Section 4: XPHP Types

Built-in XPHP Types

So far we have seen two XPHP types: 1) a PHP variable 2) a PHP function. However, there are a few other kinds of XPHP tags that you can use. The built-in types are:

Each of these types is capable of using the forms of output manipulation covered later in this guide.

After a brief overview of the built-in XPHP types, you will see how you can extend XPHP to include your own user-defined types as well.

XPHP Types: File

The file type simply returns the contents of a file located at a specified path:

<xphp file="/path/to/file"/>

<xphp file="/path/to/file">
    <mod id="foo"/>

XPHP Types: Content

The content type allows inline XHTML to be displayed through XPHP. This is useful when combined with if statements (which will be covered later in this guide), so that content can be modified or conditionally included in your page.

XHTML content should be supplied within a <content> tag.

<xphp content="true">
        <p class="foo">Some valid XHTML content.</p>


The XSLT type allows inline XML to be transformed with a specified stylesheet, returning the resulting output. To do this, use the xslt attribute.

There are two ways to perform an XSLT transformation. You can supply paths to the stylesheet and xml data, or you can include them inline.

<!-- Using paths: -->
<xphp xslt="true" stylesheet="/path/to/stylesheet" xml="/path/to/xml"/>

<!-- Using inline: -->
<xphp xslt="true">
	            <title>War and Peace</title>
	            <author>Leo Tolstoy</author>
	            <title>The Hearing Trumpet</title>
	            <author>Leonora Carrington</author>
	    ... stylesheet ...

You can also combine the two, where your stylesheet is included via path and the xml inline, or vice versa.

User-Defined XPHP Types

It's very easy to add your own types to XPHP, and the possibilities this affords developers are endless. To register a new type, you must call registerType() from the XPHP class after initializing it:

$xphp=new XPHP();

In the above example, we have registered an XPHP type "foo" which is handled by the function myFooHandler().

$xphp=new XPHP();

function myFooHandler($xphp) {
return $fruit[(int)$xphp['foo']];


<!-- prints "orange" -->
<xphp foo="1"/>

Your new type can be structured in any way you want. Consider the following "language" type.

<xphp language="PHP">
	<link type="homepage"></link>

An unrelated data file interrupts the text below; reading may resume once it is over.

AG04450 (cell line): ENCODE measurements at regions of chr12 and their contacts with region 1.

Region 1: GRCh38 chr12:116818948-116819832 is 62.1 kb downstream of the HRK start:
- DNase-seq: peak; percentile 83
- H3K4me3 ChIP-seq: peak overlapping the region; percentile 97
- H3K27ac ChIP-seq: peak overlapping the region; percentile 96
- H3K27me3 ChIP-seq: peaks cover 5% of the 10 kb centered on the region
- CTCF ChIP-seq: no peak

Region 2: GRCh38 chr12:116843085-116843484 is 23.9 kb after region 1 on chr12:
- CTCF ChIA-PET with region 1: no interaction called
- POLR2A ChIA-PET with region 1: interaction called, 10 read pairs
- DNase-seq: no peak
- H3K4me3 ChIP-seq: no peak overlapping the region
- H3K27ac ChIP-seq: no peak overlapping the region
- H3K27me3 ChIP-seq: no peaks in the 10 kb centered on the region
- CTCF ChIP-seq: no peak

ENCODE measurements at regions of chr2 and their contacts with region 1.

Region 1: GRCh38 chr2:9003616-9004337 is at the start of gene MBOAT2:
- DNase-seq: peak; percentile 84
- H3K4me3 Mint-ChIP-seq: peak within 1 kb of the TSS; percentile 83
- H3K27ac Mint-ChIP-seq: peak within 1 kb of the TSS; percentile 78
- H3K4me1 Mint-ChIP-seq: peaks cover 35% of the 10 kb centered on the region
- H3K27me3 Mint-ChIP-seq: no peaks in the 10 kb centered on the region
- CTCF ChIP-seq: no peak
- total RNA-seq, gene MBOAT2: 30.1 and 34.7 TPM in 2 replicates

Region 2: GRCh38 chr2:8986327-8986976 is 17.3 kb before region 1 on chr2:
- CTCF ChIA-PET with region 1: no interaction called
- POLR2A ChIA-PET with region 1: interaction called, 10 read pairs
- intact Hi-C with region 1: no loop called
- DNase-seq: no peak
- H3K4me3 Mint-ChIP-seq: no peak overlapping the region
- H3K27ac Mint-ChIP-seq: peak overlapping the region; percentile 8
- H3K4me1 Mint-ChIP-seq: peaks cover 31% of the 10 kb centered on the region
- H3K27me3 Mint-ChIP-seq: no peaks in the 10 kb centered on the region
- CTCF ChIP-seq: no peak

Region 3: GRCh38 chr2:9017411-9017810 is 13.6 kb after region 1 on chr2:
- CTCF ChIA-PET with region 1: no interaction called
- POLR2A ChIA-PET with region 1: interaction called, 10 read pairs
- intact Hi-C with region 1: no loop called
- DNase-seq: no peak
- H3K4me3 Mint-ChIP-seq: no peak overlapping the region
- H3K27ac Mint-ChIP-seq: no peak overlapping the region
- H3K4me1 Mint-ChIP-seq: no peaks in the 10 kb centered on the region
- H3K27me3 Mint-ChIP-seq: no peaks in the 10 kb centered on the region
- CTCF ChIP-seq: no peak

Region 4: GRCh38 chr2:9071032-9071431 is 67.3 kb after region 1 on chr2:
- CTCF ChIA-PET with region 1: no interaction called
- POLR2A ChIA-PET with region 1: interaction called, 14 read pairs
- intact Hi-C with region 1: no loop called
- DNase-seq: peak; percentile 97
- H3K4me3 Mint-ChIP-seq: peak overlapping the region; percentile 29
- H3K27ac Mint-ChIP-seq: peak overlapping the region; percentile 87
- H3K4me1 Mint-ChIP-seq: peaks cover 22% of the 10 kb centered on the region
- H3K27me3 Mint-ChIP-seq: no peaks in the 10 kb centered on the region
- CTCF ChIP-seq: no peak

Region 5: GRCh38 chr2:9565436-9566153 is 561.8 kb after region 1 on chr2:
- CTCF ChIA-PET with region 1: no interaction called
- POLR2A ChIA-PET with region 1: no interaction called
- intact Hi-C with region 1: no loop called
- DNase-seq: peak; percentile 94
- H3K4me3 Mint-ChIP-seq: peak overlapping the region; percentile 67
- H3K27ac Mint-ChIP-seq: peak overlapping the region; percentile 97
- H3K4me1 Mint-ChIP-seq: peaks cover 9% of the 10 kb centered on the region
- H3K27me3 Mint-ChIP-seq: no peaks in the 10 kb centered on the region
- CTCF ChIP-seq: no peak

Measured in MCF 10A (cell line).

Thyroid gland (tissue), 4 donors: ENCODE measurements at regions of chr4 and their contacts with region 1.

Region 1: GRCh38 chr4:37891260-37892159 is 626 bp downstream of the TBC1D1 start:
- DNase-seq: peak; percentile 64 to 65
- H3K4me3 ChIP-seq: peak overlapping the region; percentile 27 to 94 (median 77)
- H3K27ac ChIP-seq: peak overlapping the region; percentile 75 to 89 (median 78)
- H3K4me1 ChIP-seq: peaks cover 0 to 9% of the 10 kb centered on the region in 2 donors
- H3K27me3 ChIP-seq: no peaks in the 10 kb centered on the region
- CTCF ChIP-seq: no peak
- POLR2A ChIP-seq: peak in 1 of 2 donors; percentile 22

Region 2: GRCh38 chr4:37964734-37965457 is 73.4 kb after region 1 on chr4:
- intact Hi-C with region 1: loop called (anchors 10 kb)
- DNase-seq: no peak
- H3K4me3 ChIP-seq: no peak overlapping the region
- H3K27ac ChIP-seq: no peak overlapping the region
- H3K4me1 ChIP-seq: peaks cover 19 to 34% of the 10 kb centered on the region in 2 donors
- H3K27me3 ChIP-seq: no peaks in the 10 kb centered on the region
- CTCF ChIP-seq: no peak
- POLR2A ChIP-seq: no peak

<description>A widely-used general-purpose scripting language that is especially suited for Web development and can be embedded into HTML.</description>

Note: For the sake of consistency, user-defined types cannot override the built-in XPHP types. Any handlers you register will only fire if not first intercepted by the built-in types, and they will be matched in the order that they were defined.

Lastly, user-defined types can also be registered for an object. This is done by passing in the object as an optional third parameter of registerType():

$xphp=new XPHP();
$handlerObject=new XPHPHandlers();

This means that all XPHP tags of type "foo" will be passed to $handlers->myFooHandler().

User-Defined XPHP Tags

Defining XPHP types is useful, but you can really take full control of the templating engine by registering user-defined tags. By registering a new tag, you are telling XPHP to parse those tags the same way it would an <xphp> tag.

Adding this to the above example gives us the following ability:

$xphp=new XPHP();

function nameHandler($xphp) {
return 'This language is '.$xphp['name'].', version '.$xphp->version.'.';

<!-- prints "This language is PHP, version 5.": -->
<language name="PHP">
	<link type="homepage"></link>
	<description>A widely-used general-purpose scripting language that is especially suited for Web development and can be embedded into HTML.</description>

Security: The XPHP engine parses all tags in a single pass. This means that if an <xphp> tag returns dynamic content containing a subsequently registered tag, the custom tag in the dynamic content will not be parsed.

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